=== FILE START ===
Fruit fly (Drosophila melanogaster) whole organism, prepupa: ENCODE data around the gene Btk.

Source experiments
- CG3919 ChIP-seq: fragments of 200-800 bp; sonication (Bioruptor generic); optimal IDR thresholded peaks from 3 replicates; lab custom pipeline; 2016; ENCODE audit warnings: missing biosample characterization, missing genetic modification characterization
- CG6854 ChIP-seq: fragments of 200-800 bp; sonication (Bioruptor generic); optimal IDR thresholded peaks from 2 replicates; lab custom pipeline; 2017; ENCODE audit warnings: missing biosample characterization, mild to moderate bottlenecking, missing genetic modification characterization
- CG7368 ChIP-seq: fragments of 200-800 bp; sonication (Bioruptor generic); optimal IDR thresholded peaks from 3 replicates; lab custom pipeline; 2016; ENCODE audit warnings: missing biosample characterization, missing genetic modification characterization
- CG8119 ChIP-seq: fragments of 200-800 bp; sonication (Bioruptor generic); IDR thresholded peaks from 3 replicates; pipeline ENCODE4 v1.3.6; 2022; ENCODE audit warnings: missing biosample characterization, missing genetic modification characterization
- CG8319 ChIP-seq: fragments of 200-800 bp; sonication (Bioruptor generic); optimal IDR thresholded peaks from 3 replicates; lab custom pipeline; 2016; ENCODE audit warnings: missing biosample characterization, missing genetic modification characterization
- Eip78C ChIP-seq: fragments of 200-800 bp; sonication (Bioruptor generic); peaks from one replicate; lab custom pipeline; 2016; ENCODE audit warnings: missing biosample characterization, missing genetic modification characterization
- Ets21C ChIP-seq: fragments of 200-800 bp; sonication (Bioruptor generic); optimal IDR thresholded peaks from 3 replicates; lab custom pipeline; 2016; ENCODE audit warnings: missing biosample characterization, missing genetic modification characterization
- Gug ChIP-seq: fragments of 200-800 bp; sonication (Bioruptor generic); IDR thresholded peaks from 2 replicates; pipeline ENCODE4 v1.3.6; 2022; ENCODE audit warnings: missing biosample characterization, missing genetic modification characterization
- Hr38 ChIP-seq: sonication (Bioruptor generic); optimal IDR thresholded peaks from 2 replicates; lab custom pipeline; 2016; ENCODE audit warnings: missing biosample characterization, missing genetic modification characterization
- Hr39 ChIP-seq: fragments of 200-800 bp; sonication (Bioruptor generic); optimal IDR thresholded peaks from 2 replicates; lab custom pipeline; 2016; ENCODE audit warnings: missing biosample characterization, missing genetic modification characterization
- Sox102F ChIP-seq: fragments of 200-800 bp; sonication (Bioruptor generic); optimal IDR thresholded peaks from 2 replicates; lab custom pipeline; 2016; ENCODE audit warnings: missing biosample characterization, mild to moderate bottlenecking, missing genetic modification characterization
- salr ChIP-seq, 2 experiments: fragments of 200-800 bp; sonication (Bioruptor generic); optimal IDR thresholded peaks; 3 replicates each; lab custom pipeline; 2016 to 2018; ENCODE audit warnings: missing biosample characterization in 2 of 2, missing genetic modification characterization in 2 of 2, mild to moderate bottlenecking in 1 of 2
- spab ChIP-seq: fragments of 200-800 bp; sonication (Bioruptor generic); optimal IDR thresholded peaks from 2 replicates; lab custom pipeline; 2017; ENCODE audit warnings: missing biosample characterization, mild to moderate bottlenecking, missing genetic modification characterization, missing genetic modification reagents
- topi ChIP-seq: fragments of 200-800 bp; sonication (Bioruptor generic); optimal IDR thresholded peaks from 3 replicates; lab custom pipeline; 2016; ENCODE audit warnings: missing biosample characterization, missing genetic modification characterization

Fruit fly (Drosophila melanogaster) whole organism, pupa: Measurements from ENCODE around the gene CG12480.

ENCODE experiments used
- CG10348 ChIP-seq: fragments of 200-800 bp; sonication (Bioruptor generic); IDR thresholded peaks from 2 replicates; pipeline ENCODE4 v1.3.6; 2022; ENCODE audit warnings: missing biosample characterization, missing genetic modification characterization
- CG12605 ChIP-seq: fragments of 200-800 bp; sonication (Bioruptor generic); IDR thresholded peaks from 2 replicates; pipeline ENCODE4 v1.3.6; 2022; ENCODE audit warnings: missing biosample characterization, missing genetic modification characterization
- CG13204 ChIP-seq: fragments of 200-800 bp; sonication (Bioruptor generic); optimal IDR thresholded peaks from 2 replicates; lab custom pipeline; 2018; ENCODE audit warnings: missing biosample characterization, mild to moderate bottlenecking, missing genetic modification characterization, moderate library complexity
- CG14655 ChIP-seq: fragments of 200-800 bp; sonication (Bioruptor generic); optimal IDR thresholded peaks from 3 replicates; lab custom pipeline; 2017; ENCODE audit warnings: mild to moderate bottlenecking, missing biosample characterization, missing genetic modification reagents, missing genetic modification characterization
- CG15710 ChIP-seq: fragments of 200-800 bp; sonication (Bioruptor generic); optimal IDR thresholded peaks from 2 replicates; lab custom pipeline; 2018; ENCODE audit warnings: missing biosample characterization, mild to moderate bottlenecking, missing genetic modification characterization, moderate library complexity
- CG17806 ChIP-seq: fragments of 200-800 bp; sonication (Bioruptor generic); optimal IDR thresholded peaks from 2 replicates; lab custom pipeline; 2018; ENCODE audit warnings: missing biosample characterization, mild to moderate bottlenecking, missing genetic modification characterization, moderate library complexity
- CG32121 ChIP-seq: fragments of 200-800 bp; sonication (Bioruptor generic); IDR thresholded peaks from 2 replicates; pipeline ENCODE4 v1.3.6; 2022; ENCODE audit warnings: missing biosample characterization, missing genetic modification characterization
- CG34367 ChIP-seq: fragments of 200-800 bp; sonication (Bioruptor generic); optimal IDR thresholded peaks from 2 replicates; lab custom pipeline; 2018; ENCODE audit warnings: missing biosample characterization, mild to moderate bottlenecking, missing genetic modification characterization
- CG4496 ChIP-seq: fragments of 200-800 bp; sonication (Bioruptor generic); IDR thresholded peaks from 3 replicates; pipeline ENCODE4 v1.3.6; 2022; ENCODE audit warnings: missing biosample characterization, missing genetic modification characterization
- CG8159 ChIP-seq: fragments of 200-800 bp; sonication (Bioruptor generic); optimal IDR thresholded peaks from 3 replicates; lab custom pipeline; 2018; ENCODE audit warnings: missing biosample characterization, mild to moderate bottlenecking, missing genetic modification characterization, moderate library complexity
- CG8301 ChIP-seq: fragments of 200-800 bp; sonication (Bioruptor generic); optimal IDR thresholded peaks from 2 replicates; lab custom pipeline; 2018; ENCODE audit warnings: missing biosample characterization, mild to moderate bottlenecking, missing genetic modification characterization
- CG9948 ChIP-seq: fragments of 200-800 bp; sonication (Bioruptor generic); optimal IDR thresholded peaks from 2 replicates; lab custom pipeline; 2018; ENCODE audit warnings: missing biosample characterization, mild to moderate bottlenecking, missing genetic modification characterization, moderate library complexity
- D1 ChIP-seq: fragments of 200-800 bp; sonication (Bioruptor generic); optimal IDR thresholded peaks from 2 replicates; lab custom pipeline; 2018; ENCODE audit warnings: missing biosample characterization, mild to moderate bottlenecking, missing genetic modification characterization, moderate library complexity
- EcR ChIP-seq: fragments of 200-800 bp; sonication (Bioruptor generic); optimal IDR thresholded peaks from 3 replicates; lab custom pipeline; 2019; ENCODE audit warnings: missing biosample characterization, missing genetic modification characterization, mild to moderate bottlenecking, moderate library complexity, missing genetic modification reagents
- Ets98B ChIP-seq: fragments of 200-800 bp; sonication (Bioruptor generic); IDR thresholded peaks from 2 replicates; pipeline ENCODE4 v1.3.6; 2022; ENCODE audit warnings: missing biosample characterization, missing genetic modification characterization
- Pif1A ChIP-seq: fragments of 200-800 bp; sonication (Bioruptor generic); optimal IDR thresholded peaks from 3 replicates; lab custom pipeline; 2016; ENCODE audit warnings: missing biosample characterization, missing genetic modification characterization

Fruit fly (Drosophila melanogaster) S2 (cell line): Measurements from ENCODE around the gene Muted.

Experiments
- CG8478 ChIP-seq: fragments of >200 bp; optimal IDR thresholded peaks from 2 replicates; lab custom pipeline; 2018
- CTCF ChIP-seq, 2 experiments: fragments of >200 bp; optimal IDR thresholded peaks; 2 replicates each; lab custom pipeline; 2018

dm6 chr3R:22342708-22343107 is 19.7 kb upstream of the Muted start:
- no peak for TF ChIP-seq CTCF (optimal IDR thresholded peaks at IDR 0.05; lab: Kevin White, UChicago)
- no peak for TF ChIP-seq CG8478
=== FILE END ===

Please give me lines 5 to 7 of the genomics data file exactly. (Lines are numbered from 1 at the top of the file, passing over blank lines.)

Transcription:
- CG7368 ChIP-seq: fragments of 200-800 bp; sonication (Bioruptor generic); optimal IDR thresholded peaks from 3 replicates; lab custom pipeline; 2016; ENCODE audit warnings: missing biosample characterization, missing genetic modification characterization
- CG8119 ChIP-seq: fragments of 200-800 bp; sonication (Bioruptor generic); IDR thresholded peaks from 3 replicates; pipeline ENCODE4 v1.3.6; 2022; ENCODE audit warnings: missing biosample characterization, missing genetic modification characterization
- CG8319 ChIP-seq: fragments of 200-800 bp; sonication (Bioruptor generic); optimal IDR thresholded peaks from 3 replicates; lab custom pipeline; 2016; ENCODE audit warnings: missing biosample characterization, missing genetic modification characterization